Nsukka, Enugu, NIGERIA – Valentine’s Day in Nigeria is a day for love.
For some, it’s a day to celebrate their affections.
For others, it’s a day to renew marriage vows or buy gifts for loved ones.
And for young people, it’s a day when passions can get the best of them.
There are still others who head to orphanages to shower affection on babies and children, to let them know they are a part of our society.
Roman Catholic churches in the country always celebrate the holiday in grand style, preparing masses for St. Valentine that include homilies, drama and music meant to share genuine love with one another.
The day is also a special one for teens and adults who are in romantic relationships. Some opt for posh restaurants or local eateries that fit their budgets.
Sometimes, lovers dash their dignity at the expense of the genuine love this sacred day should embody.
It’s disheartening to admit that morality erodes on Valentine’s Day. Teens too often get a hankering to step beyond the bounds of propriety.
They need to understand that the holiday is meant to foster the sharing of real love. It makes no sense to indulge in things that will cause pain later.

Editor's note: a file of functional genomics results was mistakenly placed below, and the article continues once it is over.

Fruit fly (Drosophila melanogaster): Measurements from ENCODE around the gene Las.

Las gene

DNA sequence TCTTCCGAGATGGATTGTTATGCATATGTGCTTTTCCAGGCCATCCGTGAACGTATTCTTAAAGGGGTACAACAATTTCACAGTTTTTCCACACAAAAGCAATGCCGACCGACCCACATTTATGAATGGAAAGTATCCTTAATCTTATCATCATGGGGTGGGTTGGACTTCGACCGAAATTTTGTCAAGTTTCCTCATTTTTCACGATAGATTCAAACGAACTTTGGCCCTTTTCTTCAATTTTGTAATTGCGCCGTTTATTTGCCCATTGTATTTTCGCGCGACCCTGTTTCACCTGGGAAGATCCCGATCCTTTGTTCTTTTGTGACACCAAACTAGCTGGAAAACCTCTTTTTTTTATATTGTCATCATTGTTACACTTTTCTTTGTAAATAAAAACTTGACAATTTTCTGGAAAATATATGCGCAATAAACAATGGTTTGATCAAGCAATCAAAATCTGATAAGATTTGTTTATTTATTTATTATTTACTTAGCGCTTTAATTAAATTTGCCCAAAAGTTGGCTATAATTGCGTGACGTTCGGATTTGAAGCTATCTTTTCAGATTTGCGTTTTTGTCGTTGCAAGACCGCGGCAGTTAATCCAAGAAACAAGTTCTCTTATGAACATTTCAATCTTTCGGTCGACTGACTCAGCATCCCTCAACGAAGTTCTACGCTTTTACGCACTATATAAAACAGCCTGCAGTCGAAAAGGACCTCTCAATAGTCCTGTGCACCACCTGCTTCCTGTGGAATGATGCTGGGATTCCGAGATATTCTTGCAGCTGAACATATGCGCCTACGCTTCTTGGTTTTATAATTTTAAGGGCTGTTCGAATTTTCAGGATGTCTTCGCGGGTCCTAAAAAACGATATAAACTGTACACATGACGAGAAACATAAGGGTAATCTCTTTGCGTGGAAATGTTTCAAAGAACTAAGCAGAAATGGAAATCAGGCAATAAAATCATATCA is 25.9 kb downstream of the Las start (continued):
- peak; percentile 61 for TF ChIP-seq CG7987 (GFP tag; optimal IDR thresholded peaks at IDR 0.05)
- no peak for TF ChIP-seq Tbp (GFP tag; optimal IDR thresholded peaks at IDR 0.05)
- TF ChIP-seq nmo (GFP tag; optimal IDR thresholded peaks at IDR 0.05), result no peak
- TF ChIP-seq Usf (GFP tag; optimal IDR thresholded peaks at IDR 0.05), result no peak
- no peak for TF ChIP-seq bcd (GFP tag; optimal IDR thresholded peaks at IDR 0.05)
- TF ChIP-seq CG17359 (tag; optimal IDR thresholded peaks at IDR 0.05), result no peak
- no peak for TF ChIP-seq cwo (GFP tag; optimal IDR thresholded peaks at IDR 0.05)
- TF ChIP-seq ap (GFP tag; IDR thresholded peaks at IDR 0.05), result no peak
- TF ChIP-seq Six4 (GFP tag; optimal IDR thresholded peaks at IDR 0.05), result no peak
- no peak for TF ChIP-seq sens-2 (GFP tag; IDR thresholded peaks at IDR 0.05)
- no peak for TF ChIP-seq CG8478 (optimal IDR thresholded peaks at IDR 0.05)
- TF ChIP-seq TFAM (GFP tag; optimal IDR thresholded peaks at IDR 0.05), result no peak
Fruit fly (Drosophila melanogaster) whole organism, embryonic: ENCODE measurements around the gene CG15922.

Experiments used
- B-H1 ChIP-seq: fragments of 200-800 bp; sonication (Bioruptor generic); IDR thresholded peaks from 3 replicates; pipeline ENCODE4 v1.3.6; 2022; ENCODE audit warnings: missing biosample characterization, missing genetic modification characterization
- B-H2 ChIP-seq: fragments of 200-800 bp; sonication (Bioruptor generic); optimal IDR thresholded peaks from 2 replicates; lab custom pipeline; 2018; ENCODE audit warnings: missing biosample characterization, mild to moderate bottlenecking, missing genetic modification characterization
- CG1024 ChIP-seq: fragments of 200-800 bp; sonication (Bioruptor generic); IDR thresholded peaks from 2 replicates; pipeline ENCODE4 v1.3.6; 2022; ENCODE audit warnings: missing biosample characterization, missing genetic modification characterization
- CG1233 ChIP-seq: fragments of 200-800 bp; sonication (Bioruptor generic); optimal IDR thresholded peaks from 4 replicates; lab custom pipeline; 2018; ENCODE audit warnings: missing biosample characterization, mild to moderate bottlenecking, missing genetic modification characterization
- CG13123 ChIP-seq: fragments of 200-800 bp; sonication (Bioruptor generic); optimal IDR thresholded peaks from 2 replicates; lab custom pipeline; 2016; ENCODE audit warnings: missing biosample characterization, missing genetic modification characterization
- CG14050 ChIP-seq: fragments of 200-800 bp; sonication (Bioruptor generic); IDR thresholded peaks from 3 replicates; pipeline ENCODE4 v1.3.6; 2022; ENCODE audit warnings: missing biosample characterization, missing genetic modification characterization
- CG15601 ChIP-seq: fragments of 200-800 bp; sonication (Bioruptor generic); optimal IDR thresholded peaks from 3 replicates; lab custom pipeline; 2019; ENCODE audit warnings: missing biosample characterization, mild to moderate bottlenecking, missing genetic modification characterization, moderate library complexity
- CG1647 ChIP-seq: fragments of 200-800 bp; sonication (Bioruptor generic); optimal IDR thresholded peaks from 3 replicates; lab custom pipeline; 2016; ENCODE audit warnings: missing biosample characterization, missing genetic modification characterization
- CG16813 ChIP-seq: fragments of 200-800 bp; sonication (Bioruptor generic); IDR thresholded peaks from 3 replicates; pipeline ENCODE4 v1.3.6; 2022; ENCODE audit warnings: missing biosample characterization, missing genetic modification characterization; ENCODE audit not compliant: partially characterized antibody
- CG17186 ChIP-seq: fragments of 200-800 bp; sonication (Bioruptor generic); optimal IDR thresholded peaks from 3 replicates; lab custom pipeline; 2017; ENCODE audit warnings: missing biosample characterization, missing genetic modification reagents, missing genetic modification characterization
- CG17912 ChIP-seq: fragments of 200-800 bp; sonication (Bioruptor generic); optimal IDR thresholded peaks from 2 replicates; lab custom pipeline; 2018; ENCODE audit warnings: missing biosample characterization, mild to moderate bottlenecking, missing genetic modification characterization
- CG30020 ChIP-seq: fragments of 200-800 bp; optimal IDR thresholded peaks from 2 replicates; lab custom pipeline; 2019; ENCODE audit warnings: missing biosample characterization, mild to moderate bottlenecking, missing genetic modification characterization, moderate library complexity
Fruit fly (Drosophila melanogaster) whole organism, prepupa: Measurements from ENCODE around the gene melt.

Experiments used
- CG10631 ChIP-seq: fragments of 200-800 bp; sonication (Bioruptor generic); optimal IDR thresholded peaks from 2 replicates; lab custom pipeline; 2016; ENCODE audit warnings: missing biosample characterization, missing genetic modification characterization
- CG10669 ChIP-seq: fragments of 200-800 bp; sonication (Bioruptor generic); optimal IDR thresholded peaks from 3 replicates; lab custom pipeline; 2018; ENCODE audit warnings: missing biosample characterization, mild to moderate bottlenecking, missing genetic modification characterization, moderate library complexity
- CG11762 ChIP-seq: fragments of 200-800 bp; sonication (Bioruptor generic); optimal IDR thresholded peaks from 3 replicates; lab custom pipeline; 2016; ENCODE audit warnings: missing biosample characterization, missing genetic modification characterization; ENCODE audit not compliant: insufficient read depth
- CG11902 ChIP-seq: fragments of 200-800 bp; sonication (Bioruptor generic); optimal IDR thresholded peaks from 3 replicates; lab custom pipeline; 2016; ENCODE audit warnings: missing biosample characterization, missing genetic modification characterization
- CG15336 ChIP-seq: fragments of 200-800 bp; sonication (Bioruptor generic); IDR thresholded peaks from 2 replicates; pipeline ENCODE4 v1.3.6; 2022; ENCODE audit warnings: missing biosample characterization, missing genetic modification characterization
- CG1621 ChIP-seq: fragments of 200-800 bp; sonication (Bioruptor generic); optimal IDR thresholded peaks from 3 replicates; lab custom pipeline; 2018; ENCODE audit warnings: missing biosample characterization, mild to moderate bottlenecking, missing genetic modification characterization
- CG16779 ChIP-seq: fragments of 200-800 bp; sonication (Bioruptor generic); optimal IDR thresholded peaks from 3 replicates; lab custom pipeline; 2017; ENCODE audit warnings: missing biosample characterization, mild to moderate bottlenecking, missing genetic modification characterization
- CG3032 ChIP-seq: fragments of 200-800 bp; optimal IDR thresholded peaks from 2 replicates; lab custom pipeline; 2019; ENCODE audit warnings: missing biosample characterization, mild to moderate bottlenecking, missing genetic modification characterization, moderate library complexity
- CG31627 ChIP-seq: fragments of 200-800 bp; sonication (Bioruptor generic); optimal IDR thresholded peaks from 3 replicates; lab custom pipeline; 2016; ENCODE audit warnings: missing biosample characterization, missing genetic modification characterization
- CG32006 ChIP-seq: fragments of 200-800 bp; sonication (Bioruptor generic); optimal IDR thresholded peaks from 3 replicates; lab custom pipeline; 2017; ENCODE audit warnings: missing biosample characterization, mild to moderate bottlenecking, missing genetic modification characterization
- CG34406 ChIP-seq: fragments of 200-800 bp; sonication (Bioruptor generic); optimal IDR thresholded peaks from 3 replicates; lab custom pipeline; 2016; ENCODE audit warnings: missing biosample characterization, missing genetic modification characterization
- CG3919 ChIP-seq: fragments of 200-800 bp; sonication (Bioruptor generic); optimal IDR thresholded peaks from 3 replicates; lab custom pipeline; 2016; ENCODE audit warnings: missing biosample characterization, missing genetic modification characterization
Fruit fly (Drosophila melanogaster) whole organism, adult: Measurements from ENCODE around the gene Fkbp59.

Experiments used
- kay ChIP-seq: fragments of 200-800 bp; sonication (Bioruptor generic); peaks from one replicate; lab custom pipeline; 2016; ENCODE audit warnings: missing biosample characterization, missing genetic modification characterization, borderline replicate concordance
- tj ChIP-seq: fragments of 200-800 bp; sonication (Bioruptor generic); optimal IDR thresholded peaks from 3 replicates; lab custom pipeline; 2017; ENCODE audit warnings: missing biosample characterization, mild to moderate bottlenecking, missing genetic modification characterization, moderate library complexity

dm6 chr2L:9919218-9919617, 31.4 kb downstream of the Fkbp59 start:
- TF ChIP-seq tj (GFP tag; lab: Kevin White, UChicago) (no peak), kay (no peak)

Unraveling the shrouds of secrecy that surround Valentine’s Day, we have to ask ourselves some critical questions. Can the love celebrated on this day offer solutions to the world’s ailments? Could it be embraced monthly, weekly or even daily?
Are we meant to scurry to the homes of motherless babies only on Valentine’s Day? Or do these children need love every day?
Valentine’s Day should be an event that lingers in our hearts forever as we make it a habit to help people around us in that spirit of love, a habit that can salve our sorrows and fill our lives with benevolence.
With genuine and unconditional love, our society will be a better place to live and our footprints will be indelible in the sands of time.
Festus Iyorah is a Junior Reporter for Youth Journalism International.